In The 1979 Novel, Kindred, Octavia E. Butler Writes Of

1924 WordsApr 30, 20178 Pages
In the 1979 novel, Kindred, Octavia E. Butler writes of an African American woman who is "called" by her ancestor Rufus Weylin, who is the son of a plantation owner, to not only keep him alive, but also to ensure that her (what would be several times) grandmother is born. Though the novel is told from Dana 's (the main character) point of view, there are several instances where the reader is given a glimpse into the background of other characters ' lives, which helps the reader to gain a new perspective. In Kindred, perspective is key to understanding how the dark years of slavery shaped the views of both the slaves and Whites. This essay will analyze as well as compare five different dichotomies of characters ' views and experiences of…show more content…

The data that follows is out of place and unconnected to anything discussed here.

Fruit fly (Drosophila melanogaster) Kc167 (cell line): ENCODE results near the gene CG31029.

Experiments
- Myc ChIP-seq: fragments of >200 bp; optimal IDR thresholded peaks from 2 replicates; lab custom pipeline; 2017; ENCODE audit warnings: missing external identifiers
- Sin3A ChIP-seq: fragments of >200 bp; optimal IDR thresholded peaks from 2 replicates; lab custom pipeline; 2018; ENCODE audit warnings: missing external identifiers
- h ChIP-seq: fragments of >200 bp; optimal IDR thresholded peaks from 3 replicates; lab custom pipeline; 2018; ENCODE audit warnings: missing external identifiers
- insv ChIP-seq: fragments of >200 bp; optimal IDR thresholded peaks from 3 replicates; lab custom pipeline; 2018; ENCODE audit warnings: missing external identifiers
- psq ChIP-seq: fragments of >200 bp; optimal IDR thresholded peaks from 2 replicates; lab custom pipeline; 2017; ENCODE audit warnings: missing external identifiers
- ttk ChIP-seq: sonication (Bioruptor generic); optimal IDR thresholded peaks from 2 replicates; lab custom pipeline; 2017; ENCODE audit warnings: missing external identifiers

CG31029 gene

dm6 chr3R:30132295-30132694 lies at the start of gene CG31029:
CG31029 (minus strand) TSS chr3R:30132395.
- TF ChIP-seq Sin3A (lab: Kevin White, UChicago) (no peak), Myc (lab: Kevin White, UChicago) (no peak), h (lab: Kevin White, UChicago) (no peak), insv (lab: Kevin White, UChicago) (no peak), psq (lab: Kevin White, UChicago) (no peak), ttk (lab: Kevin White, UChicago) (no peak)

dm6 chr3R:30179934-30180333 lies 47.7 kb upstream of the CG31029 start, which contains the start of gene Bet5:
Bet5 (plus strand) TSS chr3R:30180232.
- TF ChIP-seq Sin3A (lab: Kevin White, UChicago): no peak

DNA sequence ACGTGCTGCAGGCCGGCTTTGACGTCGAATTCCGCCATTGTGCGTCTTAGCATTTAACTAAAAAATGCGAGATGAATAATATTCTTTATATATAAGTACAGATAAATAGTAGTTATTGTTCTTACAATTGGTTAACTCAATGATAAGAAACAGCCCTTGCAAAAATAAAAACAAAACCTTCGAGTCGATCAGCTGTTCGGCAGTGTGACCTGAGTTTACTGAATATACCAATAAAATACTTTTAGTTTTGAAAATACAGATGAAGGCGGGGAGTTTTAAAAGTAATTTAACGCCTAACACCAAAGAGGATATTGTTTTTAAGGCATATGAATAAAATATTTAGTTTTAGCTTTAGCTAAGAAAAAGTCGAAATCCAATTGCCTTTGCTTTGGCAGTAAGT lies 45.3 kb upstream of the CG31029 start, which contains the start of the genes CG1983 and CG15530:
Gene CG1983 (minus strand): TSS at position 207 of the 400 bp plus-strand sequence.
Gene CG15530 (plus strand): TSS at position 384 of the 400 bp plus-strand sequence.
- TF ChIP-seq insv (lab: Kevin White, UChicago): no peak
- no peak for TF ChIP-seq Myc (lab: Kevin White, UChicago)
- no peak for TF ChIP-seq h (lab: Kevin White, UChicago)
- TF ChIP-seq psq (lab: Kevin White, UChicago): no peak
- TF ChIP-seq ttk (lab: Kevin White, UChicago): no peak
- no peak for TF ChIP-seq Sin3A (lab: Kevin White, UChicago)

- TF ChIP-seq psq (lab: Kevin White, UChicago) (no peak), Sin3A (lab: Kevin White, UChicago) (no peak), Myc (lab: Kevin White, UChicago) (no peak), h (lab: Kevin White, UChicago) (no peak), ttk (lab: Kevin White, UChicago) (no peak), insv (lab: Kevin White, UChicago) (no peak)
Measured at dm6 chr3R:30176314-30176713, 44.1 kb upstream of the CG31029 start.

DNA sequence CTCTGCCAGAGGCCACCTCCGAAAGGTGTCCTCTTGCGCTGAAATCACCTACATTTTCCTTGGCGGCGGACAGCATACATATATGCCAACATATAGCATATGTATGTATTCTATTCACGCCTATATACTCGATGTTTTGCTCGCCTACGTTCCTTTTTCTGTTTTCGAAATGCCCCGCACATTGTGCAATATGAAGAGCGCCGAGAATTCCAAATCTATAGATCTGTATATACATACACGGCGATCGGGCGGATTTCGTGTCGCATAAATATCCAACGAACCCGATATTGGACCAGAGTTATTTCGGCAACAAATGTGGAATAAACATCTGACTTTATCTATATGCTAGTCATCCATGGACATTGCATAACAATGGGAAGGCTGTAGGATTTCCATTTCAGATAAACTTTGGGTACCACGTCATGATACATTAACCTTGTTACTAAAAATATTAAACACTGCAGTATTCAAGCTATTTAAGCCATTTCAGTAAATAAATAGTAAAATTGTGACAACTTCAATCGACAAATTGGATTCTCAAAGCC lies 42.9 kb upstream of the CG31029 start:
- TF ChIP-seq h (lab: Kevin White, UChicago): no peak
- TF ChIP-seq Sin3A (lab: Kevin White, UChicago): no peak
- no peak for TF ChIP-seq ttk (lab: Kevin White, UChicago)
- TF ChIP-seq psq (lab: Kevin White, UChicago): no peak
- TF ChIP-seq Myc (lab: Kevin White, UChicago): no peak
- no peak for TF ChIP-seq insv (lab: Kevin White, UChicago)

Not only was the country divided on the issue of slavery as a whole, but the Abolition movement was divided as well as to what to do with the slaves once they were free. The early ideas of Abolition were to send them back to Africa. However, after many generations of true African descendants being born in America and being assimilated into slavery, some of their culture and knowledge of how to survive in Africa would have been lost. In addition to sending them to Africa, the issue arises of the possibility that they would be captured and resold into slavery. Another idea was to have the freed slaves stay in America but in doing so, it would challenge property rights, pushing a whole new matter into question. Although reform had its many problems, for the dream of slaves to be free to become a reality, it was necessary for them to survive. For Dana to survive each trip that she takes into the past, she must adopt and assimilate into a culture that is completely different from the one she lives in the mid-seventies. To do this, she must play the role of a house slave which also means that she must accept the same treatment that house slaves receive. For instance, in chapter six of The Fall Margaret Weylin confronts Dana about her sleeping arrangement; in the heat of her questioning, Margaret slaps Dana and calls her a "filthy black whore" (Butler, 93). Back in the nineteenth century, this was an acceptable way (to most slave owners) to treat

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